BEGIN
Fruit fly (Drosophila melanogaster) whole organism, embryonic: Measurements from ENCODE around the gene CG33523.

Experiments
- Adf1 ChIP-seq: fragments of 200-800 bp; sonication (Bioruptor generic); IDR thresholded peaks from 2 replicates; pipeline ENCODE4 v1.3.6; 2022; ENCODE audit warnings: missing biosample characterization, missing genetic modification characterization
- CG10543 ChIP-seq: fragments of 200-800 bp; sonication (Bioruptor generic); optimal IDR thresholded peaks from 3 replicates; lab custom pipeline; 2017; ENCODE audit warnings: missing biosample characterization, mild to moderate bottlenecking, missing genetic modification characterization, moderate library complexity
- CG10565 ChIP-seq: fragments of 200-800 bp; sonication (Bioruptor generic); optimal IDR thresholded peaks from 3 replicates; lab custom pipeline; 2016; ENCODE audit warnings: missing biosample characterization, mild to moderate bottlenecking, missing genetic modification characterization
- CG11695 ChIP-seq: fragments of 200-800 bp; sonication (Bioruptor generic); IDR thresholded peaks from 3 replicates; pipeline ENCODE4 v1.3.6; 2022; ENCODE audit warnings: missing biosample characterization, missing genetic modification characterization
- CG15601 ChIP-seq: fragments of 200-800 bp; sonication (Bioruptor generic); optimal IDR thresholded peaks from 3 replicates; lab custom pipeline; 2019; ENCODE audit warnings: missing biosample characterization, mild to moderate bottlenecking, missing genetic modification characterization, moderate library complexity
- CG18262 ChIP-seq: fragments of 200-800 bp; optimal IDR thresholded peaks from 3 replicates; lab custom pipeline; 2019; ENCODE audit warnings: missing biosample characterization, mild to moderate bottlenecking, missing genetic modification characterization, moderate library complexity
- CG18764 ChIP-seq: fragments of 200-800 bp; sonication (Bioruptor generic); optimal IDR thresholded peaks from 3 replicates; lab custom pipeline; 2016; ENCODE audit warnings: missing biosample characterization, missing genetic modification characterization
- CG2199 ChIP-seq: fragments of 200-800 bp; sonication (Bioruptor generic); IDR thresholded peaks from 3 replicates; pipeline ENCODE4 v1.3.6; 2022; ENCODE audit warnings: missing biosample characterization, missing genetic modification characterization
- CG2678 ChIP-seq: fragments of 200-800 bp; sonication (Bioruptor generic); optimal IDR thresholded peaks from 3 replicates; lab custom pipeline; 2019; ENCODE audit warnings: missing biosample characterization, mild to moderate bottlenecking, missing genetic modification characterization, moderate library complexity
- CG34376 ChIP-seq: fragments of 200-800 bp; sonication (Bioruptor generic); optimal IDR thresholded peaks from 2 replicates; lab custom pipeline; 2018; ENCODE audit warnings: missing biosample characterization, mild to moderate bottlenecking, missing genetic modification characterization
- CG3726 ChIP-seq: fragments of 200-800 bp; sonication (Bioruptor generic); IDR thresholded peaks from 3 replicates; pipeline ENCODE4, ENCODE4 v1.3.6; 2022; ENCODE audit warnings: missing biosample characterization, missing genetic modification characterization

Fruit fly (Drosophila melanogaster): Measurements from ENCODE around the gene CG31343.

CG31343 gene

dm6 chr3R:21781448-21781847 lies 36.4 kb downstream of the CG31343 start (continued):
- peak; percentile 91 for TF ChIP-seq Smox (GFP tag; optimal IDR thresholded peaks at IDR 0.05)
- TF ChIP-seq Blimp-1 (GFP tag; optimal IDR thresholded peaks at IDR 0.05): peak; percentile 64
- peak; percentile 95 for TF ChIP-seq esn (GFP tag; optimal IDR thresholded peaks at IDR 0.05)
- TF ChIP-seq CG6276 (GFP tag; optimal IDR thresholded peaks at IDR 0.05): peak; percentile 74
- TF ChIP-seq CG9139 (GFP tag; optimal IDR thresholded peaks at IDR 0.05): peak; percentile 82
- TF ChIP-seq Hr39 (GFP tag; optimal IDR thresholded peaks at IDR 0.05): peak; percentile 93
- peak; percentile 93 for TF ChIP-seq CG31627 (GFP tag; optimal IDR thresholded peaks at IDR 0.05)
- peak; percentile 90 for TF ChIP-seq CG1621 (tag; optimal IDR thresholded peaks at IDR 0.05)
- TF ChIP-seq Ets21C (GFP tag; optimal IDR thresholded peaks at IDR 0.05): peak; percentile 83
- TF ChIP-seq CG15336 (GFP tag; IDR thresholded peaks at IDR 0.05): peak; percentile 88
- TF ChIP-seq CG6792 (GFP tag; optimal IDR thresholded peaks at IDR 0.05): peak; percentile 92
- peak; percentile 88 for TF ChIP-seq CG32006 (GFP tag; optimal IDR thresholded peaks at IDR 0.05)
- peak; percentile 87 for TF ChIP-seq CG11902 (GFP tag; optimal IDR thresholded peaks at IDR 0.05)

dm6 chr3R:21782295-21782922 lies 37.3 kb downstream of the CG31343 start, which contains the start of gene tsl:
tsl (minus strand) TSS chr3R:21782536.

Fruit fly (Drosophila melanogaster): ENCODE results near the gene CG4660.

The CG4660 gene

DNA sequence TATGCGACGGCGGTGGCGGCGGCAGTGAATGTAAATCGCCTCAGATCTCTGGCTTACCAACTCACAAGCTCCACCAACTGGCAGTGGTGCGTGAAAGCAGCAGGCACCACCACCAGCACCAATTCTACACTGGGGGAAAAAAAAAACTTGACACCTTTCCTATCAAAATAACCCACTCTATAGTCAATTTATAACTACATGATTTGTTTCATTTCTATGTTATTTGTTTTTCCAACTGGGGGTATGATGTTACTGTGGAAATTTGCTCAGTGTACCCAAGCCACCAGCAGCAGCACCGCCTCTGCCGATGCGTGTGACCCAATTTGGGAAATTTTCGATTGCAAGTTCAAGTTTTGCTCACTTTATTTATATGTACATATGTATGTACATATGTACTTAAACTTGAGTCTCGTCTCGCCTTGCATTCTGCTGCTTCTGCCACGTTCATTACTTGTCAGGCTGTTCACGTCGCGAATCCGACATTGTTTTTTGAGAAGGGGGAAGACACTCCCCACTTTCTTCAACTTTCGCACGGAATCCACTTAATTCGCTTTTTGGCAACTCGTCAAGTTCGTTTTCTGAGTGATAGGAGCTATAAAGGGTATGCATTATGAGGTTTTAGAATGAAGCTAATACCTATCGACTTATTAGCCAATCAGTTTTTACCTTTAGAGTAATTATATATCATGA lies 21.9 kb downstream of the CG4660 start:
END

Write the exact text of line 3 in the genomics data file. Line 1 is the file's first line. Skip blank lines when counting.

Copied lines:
- Adf1 ChIP-seq: fragments of 200-800 bp; sonication (Bioruptor generic); IDR thresholded peaks from 2 replicates; pipeline ENCODE4 v1.3.6; 2022; ENCODE audit warnings: missing biosample characterization, missing genetic modification characterization